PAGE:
Landscaping Around Your Rock Waterfall Landscaping Around Your Rock Waterfall
Adding landscaping around your rock waterfall is a fairly easy way of adding beauty, value, and style to your home's exterior. Whether your garden is small and budgeted or lavish and expansive, adding landscaping around your rock waterfall is sure to enhance a garden atmosphere. In this guide we’ll be going over specific plants that will work well with a rock waterfall, as well as some tips on maintaining the area.
Choosing a Landscaping Style
When landscaping the area around your rock waterfall it is of the utmost importance to choose an overall theme, even if it’s a broad one. The tranquility and peacefulness that a waterfall brings to your garden can make an Asian or tropical style very appropriate. Another great looking style is the desert oasis. If you’ve got the climate for it, a desert oasis theme could be especially serene and easy to create with some rocks and plants native to the desert.
Plants to Consider
Naturally, the specific plants you use depend heavily on your personal style, tastes, budget and climate. It also depends on things such as whether water will be splashing up and hitting the plants. Only certain plants can handle so much water. For a lush garden full of vibrancy and color, consider plants such as the Hawaiian Ti, Pussy Willows, and Red Osier Dogwood. These plants are full of color and will add beauty and majesty to your garden. Bamboo is great, too, since it’s a beautiful plant that is easy to maintain and will grow vertically, allowing for other foliage, should you choose to plant it.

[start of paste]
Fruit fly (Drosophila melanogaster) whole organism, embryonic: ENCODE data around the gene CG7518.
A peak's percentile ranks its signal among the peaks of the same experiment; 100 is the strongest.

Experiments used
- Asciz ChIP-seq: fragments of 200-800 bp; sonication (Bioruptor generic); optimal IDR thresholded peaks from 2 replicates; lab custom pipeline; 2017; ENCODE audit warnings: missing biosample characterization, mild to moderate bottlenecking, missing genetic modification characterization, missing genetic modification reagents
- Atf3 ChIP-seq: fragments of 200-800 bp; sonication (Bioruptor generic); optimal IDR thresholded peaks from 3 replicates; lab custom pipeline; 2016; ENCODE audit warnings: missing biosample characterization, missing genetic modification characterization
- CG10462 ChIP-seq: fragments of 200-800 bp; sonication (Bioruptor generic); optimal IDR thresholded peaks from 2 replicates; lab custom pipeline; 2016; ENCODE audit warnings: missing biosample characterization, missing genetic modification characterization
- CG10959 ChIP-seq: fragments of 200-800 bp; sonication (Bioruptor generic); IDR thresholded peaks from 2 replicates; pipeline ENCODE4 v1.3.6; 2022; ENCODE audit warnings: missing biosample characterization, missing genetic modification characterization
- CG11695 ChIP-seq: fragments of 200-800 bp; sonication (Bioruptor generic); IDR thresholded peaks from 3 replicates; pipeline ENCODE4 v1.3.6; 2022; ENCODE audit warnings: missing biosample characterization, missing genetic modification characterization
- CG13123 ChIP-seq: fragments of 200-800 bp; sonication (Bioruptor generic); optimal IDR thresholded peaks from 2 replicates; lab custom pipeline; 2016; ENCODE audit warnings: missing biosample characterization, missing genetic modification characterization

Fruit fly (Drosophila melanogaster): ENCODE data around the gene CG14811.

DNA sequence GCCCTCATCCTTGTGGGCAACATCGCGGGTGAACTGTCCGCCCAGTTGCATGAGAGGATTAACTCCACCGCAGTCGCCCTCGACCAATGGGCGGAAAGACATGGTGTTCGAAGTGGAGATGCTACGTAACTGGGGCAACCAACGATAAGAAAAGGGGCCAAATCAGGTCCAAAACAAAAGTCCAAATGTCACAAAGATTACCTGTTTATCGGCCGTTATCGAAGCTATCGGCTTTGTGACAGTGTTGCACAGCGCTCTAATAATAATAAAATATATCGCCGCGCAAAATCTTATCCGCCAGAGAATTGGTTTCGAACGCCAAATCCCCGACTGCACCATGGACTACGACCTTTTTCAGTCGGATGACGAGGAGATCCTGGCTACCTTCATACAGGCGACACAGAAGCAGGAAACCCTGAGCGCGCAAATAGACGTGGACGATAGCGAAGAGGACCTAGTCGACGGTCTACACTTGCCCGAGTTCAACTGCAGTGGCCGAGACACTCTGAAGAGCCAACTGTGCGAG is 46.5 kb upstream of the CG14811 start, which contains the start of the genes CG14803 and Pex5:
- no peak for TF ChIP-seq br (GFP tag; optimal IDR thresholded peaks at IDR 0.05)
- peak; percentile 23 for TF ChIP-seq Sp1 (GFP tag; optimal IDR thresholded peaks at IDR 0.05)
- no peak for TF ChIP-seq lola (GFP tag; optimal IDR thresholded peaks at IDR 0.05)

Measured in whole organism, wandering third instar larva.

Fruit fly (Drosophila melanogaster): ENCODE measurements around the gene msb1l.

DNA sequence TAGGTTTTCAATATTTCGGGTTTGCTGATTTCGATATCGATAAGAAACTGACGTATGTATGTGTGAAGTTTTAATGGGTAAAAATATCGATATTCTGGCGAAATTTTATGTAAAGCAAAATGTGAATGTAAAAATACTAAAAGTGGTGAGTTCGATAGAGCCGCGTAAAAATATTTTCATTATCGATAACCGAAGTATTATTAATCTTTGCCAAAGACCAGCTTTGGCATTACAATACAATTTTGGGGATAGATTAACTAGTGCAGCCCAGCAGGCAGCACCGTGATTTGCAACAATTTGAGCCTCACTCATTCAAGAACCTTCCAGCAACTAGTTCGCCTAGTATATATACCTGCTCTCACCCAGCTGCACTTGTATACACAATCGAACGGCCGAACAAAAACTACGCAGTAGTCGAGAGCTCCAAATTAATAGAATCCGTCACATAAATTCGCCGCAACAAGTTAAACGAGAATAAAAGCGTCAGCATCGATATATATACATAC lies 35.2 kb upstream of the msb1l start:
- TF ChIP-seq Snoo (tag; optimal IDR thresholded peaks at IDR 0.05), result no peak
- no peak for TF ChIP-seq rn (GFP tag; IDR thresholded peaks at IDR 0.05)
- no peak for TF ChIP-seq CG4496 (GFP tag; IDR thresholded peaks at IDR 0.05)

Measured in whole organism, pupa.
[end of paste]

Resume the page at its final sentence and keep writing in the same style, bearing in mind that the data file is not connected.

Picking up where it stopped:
- Don’t think that just because plants are by a waterfall that you need to water them less. You should continue to water your plants as you normally would.
- Keep on top of maintenance. Dead leaves could clog the inner workings of your waterfall, causing it to stop working. Regular maintenance and clean-up are the easiest ways of preventing this waterfall crippling problem.
- Be mindful of the climate where you live. You don’t want to plant tropical plants in a climate where it snows half the year. Even if the suggested plants wouldn’t fare well in your climate there are always plenty of beautiful plants and flowers you can use that will.
Plants to Avoid
- Avoid plants that need a very specific amount of water, as water from your waterfall may mist the plants regularly.
- Try not to plant your foliage in places where the shade from the waterfall will cover the plants too much. Some shade is okay, but it’s generally important that plants get direct sunlight.
Your waterfall has four zones to accommodate landscaping. These include moist or dry patches on the rock's face, within the pond, and the border surrounding the pond.
Moist Areas - Several moss varieties thrive on the rock faces such as fern moss, Sphagnum mosses, and pillow moss. For moist crevices between the rocks, consider ferns such as bluebell, ostrich, cobra, and Netherlands.
Dry Areas - Spanish moss is attracted to the dry face of a rock. Keep Spanish moss away from direct water from the pond as the plant gets its moisture from the air. Succulents also thrive in dry areas between rocks or surrounding gravel. Do not place in proximity to splashing water as direct contact causes plant rot.
Waterfall Pond - The traditional pond plant is the water lily. Other aquatic flowering plants include the lotus flower, water poppies, and yellow hearts.
Waters's Edge - Consider plants that grow in the shade or partial sun and moist soil such as blue-eyed grass, primroses, impatiens, and canna lilies.